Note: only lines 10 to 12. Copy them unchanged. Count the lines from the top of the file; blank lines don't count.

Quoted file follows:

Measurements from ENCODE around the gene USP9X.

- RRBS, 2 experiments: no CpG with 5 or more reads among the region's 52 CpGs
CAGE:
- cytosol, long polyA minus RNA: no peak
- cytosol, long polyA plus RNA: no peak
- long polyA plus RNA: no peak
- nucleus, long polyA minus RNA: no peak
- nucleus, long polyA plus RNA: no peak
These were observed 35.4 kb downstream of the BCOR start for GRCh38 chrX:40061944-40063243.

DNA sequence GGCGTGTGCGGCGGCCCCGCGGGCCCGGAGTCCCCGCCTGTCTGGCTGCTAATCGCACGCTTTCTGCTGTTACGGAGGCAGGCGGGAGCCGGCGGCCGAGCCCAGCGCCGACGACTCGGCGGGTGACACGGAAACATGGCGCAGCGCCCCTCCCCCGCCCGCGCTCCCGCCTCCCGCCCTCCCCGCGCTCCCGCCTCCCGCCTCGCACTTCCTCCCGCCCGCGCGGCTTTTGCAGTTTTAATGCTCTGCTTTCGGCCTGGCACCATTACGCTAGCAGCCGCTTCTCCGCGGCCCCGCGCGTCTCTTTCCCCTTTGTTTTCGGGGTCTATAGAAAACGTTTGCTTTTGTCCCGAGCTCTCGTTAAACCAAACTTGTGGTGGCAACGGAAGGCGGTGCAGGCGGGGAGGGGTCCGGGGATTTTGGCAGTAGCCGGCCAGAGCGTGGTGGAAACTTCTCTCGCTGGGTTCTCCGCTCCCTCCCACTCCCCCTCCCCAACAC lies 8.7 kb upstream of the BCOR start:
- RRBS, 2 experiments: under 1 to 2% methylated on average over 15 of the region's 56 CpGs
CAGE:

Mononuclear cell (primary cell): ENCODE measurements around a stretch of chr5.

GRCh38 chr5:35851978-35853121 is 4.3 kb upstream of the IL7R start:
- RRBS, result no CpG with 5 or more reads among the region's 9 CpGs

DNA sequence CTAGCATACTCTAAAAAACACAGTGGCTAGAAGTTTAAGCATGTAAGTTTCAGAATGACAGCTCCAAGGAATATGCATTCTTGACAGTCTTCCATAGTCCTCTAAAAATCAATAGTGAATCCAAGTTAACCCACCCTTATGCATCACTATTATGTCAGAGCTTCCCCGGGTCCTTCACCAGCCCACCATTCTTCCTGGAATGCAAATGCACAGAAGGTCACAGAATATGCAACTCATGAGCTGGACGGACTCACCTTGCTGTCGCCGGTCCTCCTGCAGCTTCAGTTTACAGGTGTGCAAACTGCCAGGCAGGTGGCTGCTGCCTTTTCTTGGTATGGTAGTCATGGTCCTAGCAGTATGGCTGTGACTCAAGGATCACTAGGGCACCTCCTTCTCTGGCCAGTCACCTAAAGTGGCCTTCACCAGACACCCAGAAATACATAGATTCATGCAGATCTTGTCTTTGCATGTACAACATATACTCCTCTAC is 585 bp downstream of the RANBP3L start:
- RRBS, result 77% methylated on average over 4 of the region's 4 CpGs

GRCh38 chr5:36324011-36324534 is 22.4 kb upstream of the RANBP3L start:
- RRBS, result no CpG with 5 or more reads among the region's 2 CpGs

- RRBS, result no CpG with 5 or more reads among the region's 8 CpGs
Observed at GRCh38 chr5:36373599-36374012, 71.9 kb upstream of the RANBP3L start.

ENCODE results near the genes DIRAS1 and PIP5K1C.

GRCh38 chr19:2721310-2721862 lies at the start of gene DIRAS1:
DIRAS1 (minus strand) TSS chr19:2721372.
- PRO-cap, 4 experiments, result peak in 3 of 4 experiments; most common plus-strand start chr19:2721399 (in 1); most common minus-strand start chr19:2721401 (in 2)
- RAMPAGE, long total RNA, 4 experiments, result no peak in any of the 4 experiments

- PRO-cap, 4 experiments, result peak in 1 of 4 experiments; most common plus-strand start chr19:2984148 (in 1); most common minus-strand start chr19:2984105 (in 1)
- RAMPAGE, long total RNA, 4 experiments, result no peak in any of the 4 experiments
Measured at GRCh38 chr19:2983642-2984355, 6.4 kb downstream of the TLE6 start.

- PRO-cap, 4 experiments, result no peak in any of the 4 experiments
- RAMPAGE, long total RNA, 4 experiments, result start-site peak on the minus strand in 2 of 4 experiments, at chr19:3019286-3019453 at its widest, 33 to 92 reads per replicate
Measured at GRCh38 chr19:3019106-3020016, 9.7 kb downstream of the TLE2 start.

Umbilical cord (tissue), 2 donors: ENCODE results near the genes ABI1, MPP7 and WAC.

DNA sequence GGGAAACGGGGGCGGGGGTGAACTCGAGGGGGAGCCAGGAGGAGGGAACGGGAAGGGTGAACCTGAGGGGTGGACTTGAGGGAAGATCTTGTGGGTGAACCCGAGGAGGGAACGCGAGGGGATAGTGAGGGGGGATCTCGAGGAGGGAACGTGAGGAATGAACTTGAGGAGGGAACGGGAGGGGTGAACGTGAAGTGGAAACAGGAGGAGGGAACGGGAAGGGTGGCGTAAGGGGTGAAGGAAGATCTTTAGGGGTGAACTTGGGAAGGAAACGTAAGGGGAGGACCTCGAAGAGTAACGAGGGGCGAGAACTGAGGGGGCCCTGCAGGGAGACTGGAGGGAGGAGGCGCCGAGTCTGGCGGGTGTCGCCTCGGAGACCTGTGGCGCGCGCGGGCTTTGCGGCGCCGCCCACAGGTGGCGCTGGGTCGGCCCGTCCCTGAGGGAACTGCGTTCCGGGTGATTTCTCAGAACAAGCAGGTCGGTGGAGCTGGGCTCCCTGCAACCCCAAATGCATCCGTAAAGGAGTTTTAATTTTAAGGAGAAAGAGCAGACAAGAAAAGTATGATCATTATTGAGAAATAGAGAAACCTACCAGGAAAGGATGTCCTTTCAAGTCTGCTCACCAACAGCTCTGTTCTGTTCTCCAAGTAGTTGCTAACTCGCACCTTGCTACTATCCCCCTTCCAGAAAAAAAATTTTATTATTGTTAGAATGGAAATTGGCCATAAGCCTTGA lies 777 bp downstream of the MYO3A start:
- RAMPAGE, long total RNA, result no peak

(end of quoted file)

DNA sequence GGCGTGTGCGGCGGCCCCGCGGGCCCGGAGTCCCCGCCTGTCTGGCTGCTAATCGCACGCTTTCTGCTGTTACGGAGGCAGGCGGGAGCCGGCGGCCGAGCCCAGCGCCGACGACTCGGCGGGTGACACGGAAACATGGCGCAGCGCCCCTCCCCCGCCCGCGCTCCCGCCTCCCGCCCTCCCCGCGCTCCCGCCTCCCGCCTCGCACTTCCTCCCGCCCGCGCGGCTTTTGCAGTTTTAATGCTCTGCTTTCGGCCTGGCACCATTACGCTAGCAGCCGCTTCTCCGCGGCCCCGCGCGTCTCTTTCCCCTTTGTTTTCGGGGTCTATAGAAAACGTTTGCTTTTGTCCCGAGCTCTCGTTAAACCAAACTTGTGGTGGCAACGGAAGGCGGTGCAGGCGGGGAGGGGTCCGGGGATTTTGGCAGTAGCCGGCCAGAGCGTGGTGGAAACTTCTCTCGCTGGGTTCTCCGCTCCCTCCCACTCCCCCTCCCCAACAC lies 8.7 kb upstream of the BCOR start:
- RRBS, 2 experiments: under 1 to 2% methylated on average over 15 of the region's 56 CpGs
CAGE: